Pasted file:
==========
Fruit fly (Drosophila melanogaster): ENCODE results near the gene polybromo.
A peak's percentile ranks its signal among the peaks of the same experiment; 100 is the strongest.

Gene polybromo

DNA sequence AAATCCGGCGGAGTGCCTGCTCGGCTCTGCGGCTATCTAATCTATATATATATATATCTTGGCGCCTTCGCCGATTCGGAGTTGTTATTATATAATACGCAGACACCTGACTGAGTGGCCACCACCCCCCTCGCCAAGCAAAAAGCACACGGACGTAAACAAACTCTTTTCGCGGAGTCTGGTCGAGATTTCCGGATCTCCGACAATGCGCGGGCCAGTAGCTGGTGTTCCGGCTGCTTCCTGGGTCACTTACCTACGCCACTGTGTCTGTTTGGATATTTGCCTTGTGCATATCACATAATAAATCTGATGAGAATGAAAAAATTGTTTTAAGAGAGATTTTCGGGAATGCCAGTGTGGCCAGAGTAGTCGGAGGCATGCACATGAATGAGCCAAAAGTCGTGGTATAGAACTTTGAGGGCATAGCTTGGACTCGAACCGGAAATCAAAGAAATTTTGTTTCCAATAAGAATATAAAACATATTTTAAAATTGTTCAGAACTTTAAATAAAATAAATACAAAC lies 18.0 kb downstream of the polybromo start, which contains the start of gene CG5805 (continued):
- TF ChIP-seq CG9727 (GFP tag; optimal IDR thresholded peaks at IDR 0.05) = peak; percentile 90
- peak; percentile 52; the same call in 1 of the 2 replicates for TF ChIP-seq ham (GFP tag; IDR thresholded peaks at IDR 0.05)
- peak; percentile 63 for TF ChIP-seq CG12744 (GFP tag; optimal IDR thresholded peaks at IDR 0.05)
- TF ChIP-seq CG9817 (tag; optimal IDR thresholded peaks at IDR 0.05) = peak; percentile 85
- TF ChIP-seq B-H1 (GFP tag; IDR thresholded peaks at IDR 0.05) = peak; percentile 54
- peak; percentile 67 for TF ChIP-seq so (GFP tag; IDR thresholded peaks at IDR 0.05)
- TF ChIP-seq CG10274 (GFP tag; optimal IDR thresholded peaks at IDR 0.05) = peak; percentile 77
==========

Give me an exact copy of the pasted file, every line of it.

Fruit fly (Drosophila melanogaster): ENCODE results near the gene polybromo.
A peak's percentile ranks its signal among the peaks of the same experiment; 100 is the strongest.

Gene polybromo

DNA sequence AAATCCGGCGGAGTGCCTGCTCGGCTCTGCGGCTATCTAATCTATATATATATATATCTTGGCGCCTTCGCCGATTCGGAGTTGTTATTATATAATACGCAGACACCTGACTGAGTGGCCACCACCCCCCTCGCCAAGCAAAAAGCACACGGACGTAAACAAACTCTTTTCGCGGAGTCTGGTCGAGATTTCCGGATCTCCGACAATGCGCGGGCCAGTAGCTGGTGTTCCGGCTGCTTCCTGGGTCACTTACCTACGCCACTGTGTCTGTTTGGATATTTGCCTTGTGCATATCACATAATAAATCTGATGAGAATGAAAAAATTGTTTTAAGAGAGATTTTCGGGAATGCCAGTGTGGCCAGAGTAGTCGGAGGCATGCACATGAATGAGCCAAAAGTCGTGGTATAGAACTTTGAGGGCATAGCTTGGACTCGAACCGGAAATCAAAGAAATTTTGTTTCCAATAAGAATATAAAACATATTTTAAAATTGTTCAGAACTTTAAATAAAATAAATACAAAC lies 18.0 kb downstream of the polybromo start, which contains the start of gene CG5805 (continued):
- TF ChIP-seq CG9727 (GFP tag; optimal IDR thresholded peaks at IDR 0.05) = peak; percentile 90
- peak; percentile 52; the same call in 1 of the 2 replicates for TF ChIP-seq ham (GFP tag; IDR thresholded peaks at IDR 0.05)
- peak; percentile 63 for TF ChIP-seq CG12744 (GFP tag; optimal IDR thresholded peaks at IDR 0.05)
- TF ChIP-seq CG9817 (tag; optimal IDR thresholded peaks at IDR 0.05) = peak; percentile 85
- TF ChIP-seq B-H1 (GFP tag; IDR thresholded peaks at IDR 0.05) = peak; percentile 54
- peak; percentile 67 for TF ChIP-seq so (GFP tag; IDR thresholded peaks at IDR 0.05)
- TF ChIP-seq CG10274 (GFP tag; optimal IDR thresholded peaks at IDR 0.05) = peak; percentile 77